Paz Gaz versus Amisragaz

This one is mundane to say the least:  What natural gas company should you use in Israel?  This affects things like cooking stoves, ovens, and even heating occasionally.  This may seem mundane, but I wouldn’t be writing if I thought it wasn’t important.  PazGaz is, as they say in Hebrew, “Al HaPanim”!!!  Some of the worst customer service and delivery-person ethics I’ve come across here (and that’s saying a lot).  By contrast, Amisragaz is much better.  Not perfect, but much better.  A word to the wise is sufficient.  🙂

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Navigating Israeli Bureaucracy – Government Offices Especially!

One of the questions that comes up a lot, and generates a lot of fear, is government bureaucracy in Israel.  For anyone who has been to a government agency abroad, it is sometimes hard to understand why people think it is worse here — but they do!  And they worry about it more.  So I would be remiss if I didn’t post something about dealing with it as best as possible.

There a few basic rules that I’ve learned over time living here:

Number One:  If you’re going into an Israeli government office cold, even one as basic as the Iriya (municipality) or Bituach Leumi (Social Security) or the Misrad HaOtzar (Finance Ministry) or Misrad HaPnim (Interior Ministry), follow this rule of thumb:  Set aside at least half a day in your mind.  You will likely hit that half-day mark, and if you don’t, hey, you did things EFFICIENTLY based on your schedule.  I guess this rule falls under the category of “expectation modification.”  This tip also can be subtitled “patience,” which I know can be a frustrating demand when you really need to get something done. 

Number Two:  If you have Vitamin P and can use it legally, do so.  “Vitamin P” is Protektzia, knowing someone who knows people in a particular agency and who therefore can help you cut through red tape.  This does NOT mean bribing people, but rather is based on one of the fundamental principles of life in Israel:  Everything, but everything, is based on human relationships.  Who you know affects where and how you go.  I know it may sound crass, but it happens in Washington too, and everywhere else for that matter.  (But again, people think it happens more in Israel, maybe because there is a half a degree of separation between everyone living here.)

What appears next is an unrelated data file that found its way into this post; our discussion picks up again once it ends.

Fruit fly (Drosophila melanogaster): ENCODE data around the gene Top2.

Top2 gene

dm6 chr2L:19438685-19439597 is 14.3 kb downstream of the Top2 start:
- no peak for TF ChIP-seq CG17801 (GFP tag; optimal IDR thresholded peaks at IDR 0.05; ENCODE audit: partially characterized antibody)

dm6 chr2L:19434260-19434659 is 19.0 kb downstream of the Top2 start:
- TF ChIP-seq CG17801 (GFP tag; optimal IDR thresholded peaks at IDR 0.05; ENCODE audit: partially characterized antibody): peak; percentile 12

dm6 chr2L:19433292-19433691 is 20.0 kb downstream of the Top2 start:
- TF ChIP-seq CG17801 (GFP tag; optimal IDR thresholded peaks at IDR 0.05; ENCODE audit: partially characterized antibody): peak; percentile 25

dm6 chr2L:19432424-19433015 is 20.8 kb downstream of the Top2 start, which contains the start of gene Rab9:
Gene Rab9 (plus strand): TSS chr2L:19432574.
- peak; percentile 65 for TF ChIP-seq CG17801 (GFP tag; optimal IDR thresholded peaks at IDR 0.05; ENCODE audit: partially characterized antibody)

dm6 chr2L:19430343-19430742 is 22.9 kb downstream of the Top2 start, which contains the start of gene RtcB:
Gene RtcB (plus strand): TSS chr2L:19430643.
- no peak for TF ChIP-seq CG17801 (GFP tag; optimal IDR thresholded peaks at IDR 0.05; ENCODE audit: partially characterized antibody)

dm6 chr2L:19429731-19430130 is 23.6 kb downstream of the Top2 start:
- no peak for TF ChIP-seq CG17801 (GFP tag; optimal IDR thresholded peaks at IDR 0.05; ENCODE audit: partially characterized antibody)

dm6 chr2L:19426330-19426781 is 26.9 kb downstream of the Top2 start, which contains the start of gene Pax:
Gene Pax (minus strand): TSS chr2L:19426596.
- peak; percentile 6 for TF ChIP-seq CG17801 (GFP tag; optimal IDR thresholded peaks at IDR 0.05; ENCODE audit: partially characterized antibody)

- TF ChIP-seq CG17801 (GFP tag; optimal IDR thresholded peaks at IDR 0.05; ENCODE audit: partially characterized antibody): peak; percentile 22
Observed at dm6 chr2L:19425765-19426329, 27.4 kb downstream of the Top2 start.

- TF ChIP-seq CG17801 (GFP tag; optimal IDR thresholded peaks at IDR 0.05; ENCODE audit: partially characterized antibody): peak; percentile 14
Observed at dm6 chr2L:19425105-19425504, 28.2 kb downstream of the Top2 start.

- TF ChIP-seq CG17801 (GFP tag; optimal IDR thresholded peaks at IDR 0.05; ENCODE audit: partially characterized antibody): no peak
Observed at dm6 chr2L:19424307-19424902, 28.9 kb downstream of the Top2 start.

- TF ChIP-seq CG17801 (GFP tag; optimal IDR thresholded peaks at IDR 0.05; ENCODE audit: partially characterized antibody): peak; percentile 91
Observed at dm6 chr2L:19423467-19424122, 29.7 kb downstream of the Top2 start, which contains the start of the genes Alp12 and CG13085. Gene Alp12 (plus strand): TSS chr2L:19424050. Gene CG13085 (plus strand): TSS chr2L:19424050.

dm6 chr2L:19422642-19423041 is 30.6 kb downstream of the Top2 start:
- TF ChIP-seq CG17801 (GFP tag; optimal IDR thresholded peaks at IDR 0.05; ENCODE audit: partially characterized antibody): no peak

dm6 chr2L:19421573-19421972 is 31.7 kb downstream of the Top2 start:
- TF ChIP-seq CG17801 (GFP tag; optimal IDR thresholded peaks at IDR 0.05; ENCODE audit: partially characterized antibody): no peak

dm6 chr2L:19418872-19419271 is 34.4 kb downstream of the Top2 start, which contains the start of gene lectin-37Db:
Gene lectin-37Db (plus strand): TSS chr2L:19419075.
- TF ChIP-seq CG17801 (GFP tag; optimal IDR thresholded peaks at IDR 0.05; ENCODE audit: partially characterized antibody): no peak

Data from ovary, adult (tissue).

Number Three:  Write letters, and frequently, if you want to get results.  The system is not set up for phonecalls, it just doesn’t work.  But the bureaucracy is not allowed to ignore letters, so keep sending them, and eventually (I know cases where this has happened) you will get the response you want and need because they want to shut you up!  🙂

Number Four:  Try to find out in advance exactly what you need to bring with you.  Israeli bureaucrats love asking you for exactly this and that and the other form, and if you don’t have it, they happily send you away and go on coffee break.  So do you yourself a favor, and practice the boyscout’s solemn creed:  Be prepared!

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Medical Care in Israel – Tips for Two Tracks, But One Good Basic System

As with any bureaucratic system, there can be problems in medical care in Israel.  I know people who have proverbially fallen through the medical cracks.  The collections for “special” medical procedures and operations abroad that periodically circulate are an example:  That super costly operation that for one reason or another turns out just absolutely has to be performed in the US rather than here, and (uh-oh) your insurance doesn’t cover it.

There are a few basic pieces of advice that I can offer, based on what I’ve seen about what medical care and physicians and hospitals are in Israel:

Number One:  Find an excellent and compassionate primary care physician.  This is in fact numbers 1, 2, 3, and…. well, you get the point.  Because Israel operates primarily on the Kupat Cholim system, whereby basic preventive care and treatment are provided rather cheaply (a couple of hundred Shekels a month generally), the identity of your primary care physician means a lot.  He or she will be your ticket to permission from your Kupat Cholim to receive additional, and more expensive (and therefore not standard) treatment, medications, procedures, etc.  He or she will also know who good specialists are and can recommend those practitioners to you.

Number Two:  If you are the worrying (and that’s putting it mildly!) kind, you can buy foreign supplemental insurance to actually fly you back to your former-home country should you find that you have a condition — G-d forbid — that requires treatment that for one reason or another is not available to you here in Israel.  Usually, because it is supplemental, such insurance policies are also fairly affordable, but as with all private health insurance rates vary depending on how much health the actuaries have calculated to be your due in life.  😉

Number Three:  If you want very fast service and are made of money, or if you know a little trick mentioned in this paragraph, you can pay privately.  In practice, there are usually two tracks in Israel, the Kupat Cholim (often slower) track and the private (often faster) track.  Even for the private track, there are certain premium Kupat Cholim policies (sometimes labelled Adif or “preferred”) that will actually reimburse the majority of your private visit to a physician, as long as that physician is listed as a practitioner in your Kupah.